NASHVILLE, Tenn. (WTVF) — As we remember Hank Aaron as one of the all-time greats, we’re looking back at his illustrious career and why some say it all started in Nashville.
It was 1952 and the field we now know as First Horizon Park was once Sulphur Dell Stadium. Nashville baseball historian Skip Nipper says conveniently located railways made it easy for teams from all over to make it to Music City.
“Nashville was a hotspot for baseball. It was a hotspot for recruiting Negro League players,” Nipper said.
On May 11 of that year, the Negro American League was set to open their season with a game between the Philadelphia Stars and the Indianapolis Clowns. At shortstop for the clowns was a young 18-year-old Henry Aaron who the Memphis World newspaper called sensational.
Aside from the team name, the joke was usually on the opposing players. We’re not sure how many games Aaron played that month, but we know he hit five home runs and 24 RBI’s in that time.
“He only played a month and he signed with the Boston Braves for $10,000. They saw in that month how good he was,” Nipper said.
The Boston Braves would later become the Milwaukee Braves and before long, the team would move to Atlanta. Each stop had challenges as the country was still adjusting to the idea of an integrated major league.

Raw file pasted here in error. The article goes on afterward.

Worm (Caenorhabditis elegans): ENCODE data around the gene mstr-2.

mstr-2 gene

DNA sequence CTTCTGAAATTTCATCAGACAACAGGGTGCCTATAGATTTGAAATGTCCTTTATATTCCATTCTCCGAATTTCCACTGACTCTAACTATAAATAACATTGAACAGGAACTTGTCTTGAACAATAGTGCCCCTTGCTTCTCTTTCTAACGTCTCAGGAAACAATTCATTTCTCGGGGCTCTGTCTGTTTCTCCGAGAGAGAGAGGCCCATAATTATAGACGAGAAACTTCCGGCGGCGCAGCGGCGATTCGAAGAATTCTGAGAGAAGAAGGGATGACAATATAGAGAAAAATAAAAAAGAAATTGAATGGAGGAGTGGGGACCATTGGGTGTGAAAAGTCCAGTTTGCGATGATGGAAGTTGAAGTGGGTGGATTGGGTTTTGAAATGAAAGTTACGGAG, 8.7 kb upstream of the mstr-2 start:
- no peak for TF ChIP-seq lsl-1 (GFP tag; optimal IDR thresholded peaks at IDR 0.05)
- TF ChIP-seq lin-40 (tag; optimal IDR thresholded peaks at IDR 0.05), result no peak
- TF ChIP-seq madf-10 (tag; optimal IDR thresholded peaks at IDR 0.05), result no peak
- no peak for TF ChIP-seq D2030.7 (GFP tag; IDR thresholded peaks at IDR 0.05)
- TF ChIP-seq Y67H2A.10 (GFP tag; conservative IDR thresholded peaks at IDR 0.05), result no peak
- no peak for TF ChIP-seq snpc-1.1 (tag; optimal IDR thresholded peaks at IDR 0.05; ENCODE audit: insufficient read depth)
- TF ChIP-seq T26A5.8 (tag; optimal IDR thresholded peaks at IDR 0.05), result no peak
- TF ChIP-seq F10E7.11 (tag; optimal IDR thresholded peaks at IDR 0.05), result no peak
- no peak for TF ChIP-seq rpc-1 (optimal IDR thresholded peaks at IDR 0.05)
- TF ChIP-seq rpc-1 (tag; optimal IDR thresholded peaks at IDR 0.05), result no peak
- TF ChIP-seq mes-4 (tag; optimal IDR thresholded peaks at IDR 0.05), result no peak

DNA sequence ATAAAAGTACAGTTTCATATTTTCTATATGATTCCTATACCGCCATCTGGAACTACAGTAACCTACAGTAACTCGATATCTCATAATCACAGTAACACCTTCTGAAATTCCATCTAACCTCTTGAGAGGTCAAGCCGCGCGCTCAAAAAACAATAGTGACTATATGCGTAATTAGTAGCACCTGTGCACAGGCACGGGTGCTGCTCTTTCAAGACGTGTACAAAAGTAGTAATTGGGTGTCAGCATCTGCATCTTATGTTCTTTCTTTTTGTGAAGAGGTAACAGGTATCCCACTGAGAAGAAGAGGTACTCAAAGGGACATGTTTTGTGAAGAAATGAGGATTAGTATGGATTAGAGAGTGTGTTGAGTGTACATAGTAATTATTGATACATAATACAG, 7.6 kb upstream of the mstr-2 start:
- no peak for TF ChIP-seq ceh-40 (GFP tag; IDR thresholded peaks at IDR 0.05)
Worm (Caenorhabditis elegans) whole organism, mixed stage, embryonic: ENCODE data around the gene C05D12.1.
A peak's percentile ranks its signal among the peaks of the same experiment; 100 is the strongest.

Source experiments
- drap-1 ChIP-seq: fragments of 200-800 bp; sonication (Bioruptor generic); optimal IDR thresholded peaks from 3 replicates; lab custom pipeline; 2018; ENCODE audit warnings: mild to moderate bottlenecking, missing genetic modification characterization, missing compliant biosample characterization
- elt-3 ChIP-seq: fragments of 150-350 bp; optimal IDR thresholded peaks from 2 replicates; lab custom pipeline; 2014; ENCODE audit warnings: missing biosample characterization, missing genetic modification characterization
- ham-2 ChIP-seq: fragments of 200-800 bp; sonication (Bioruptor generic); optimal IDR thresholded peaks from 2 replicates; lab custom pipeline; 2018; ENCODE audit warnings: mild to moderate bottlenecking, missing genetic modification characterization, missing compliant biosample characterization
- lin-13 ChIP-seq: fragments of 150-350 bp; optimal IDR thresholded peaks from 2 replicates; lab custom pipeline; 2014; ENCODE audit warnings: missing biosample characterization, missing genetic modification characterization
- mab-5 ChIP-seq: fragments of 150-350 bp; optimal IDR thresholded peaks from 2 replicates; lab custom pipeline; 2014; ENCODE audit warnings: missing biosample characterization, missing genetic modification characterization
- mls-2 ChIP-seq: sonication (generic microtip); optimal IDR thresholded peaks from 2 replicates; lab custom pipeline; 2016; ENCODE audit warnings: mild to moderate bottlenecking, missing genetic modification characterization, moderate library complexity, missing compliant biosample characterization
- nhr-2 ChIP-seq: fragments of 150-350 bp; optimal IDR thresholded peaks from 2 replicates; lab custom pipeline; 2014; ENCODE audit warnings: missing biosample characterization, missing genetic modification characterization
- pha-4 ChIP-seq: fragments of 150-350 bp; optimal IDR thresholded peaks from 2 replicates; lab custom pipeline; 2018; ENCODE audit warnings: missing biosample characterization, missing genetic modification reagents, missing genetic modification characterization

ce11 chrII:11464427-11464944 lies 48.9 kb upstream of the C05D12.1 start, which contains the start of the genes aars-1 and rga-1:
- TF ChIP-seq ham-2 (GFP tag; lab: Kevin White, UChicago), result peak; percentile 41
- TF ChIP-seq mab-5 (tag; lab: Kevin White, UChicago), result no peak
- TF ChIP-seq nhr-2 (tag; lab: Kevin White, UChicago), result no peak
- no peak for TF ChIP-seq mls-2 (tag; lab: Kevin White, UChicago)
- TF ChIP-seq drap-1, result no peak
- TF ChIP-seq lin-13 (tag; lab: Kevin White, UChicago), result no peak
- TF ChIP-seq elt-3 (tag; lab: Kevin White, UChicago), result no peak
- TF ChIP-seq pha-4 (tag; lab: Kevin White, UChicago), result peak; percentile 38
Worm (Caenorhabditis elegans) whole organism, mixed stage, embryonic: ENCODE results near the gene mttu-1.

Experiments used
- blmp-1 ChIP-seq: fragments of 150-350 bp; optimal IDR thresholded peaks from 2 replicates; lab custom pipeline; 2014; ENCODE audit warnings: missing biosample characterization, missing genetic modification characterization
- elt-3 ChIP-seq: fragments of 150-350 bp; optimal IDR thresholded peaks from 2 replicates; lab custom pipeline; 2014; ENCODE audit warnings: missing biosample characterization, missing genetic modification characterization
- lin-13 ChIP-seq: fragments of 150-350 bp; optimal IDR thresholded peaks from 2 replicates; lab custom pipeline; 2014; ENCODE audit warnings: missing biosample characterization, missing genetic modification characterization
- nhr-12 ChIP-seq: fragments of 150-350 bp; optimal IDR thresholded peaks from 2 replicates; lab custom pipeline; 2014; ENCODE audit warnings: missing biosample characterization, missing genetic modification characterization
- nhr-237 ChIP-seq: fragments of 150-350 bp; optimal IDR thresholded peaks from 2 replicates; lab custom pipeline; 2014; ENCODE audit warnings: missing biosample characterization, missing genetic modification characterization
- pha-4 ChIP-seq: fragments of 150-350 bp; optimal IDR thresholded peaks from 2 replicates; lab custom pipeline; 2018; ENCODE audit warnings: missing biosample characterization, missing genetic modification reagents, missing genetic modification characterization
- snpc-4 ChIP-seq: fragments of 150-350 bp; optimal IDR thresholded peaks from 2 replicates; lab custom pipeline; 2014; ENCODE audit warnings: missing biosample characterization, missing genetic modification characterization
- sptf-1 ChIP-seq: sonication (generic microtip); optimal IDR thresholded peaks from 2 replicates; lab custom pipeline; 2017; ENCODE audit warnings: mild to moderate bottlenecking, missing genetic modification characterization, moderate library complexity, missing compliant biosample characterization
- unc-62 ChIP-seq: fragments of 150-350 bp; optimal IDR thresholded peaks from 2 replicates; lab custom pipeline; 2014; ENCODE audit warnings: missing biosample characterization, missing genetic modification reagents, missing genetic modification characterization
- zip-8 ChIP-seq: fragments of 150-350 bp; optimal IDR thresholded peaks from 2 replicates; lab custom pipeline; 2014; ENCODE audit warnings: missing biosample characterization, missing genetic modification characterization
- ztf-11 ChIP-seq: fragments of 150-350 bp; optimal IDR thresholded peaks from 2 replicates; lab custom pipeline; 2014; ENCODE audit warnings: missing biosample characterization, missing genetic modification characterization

Sidney Bunch III is the son of former Negro League legend, Sidney Bunch Jr. He says he still remembers watching his father play at Sulphur Dell, back when his father was a member of the Baltimore Elite Giants.
“People don’t realize how tough it was for them back then. The stories my dad used to tell me about them being on the bus and couldn’t stay here or couldn’t use the bathroom here,” Bunch said.
Aaron and others persevered, later paving the way for more integration. Bunch says he often tells people without some of the Negro League players from decades earlier, there wouldn’t be a Willie Mays or Hank Aaron. That said, he regards Aaron as the best to ever play and not just because of his achievements. He says Aaron’s attitude through all the struggle inspired minorities of all backgrounds.
“Out of all the stars and guys that have come before him and after him, to me he made the biggest impact,” Bunch said.
22 years removed from Nashville, the legend only grew when “Hammerin Hank” broke a record some did not want him to break.
“He was threatened that he shouldn’t even be playing in a game to hit 715 to beat Babe Ruth’s record. That’s pretty sad, but he saw it through and became an icon and he’s an icon now and he will be an icon forever,” Nipper said.
Aaron’s legacy is commemorated with plaques outside Sulfur Dell, more than 68 years from when he first stepped to the plate.
Metro Nashville Mayor John Cooper expressed his admiration for Aaron on social media.
"Baseball lost one of the greatest players today with the passing of Hank Aaron. “Hammering Hank” was a hero on and off the field and a true inspiration for many."